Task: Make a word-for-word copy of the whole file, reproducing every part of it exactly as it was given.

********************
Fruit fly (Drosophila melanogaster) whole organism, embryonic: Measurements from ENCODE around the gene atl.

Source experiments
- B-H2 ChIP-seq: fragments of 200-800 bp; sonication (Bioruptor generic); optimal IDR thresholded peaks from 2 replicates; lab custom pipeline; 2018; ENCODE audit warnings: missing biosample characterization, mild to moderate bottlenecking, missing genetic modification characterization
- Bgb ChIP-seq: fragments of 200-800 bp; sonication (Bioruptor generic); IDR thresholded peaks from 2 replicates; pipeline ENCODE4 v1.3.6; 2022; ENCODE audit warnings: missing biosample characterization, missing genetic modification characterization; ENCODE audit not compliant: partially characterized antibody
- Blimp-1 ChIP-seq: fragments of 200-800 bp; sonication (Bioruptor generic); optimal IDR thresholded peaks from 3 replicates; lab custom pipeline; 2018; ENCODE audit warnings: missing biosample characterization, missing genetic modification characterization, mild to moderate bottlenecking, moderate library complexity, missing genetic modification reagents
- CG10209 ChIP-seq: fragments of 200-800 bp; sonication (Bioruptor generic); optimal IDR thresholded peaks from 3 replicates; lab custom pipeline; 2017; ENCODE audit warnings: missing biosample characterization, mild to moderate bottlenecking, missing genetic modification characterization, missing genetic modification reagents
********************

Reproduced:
Fruit fly (Drosophila melanogaster) whole organism, embryonic: Measurements from ENCODE around the gene atl.

Source experiments
- B-H2 ChIP-seq: fragments of 200-800 bp; sonication (Bioruptor generic); optimal IDR thresholded peaks from 2 replicates; lab custom pipeline; 2018; ENCODE audit warnings: missing biosample characterization, mild to moderate bottlenecking, missing genetic modification characterization
- Bgb ChIP-seq: fragments of 200-800 bp; sonication (Bioruptor generic); IDR thresholded peaks from 2 replicates; pipeline ENCODE4 v1.3.6; 2022; ENCODE audit warnings: missing biosample characterization, missing genetic modification characterization; ENCODE audit not compliant: partially characterized antibody
- Blimp-1 ChIP-seq: fragments of 200-800 bp; sonication (Bioruptor generic); optimal IDR thresholded peaks from 3 replicates; lab custom pipeline; 2018; ENCODE audit warnings: missing biosample characterization, missing genetic modification characterization, mild to moderate bottlenecking, moderate library complexity, missing genetic modification reagents
- CG10209 ChIP-seq: fragments of 200-800 bp; sonication (Bioruptor generic); optimal IDR thresholded peaks from 3 replicates; lab custom pipeline; 2017; ENCODE audit warnings: missing biosample characterization, mild to moderate bottlenecking, missing genetic modification characterization, missing genetic modification reagents